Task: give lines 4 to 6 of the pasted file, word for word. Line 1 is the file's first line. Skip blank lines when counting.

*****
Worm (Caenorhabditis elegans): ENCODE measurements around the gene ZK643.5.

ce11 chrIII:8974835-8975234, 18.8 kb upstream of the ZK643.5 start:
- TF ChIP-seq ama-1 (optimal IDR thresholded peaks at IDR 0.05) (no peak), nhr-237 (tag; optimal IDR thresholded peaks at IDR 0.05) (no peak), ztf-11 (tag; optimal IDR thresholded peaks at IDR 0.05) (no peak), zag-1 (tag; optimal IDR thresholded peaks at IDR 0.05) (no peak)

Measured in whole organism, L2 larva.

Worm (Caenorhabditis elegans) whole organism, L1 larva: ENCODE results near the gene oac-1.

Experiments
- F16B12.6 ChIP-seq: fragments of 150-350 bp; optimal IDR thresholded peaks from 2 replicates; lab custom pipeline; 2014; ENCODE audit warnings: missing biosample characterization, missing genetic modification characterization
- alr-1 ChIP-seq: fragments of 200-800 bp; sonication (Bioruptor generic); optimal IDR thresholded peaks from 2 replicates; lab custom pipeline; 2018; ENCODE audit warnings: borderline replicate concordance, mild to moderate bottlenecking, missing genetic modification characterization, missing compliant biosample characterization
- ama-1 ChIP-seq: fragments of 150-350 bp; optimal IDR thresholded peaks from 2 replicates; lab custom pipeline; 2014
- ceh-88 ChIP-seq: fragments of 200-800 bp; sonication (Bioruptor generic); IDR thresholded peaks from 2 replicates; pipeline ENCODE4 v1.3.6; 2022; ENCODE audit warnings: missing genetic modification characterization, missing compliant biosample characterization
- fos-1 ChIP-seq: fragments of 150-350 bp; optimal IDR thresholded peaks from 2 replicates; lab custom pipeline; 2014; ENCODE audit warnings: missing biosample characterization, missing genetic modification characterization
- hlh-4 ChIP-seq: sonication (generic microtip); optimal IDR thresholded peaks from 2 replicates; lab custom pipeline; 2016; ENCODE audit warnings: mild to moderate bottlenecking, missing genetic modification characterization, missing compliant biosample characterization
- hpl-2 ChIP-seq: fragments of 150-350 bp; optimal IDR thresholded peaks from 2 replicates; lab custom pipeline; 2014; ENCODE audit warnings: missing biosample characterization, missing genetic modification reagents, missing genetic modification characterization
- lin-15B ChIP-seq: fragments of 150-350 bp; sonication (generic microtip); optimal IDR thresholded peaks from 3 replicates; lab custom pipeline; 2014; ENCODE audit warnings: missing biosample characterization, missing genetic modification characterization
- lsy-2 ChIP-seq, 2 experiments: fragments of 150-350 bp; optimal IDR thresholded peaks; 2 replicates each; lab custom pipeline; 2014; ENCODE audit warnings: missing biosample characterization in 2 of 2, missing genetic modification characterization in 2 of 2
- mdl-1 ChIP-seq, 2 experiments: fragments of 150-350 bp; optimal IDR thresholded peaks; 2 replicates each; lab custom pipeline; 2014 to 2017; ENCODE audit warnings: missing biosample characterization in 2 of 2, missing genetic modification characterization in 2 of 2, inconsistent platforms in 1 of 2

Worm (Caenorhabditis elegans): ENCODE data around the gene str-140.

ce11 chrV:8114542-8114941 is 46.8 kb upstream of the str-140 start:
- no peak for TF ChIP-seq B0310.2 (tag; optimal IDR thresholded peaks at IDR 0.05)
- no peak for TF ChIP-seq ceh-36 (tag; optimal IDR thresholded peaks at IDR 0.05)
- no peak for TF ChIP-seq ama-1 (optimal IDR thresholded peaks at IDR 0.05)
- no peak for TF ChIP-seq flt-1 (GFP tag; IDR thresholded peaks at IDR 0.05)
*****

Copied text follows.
Measured in whole organism, L2 larva.

Worm (Caenorhabditis elegans) whole organism, L1 larva: ENCODE results near the gene oac-1.

Experiments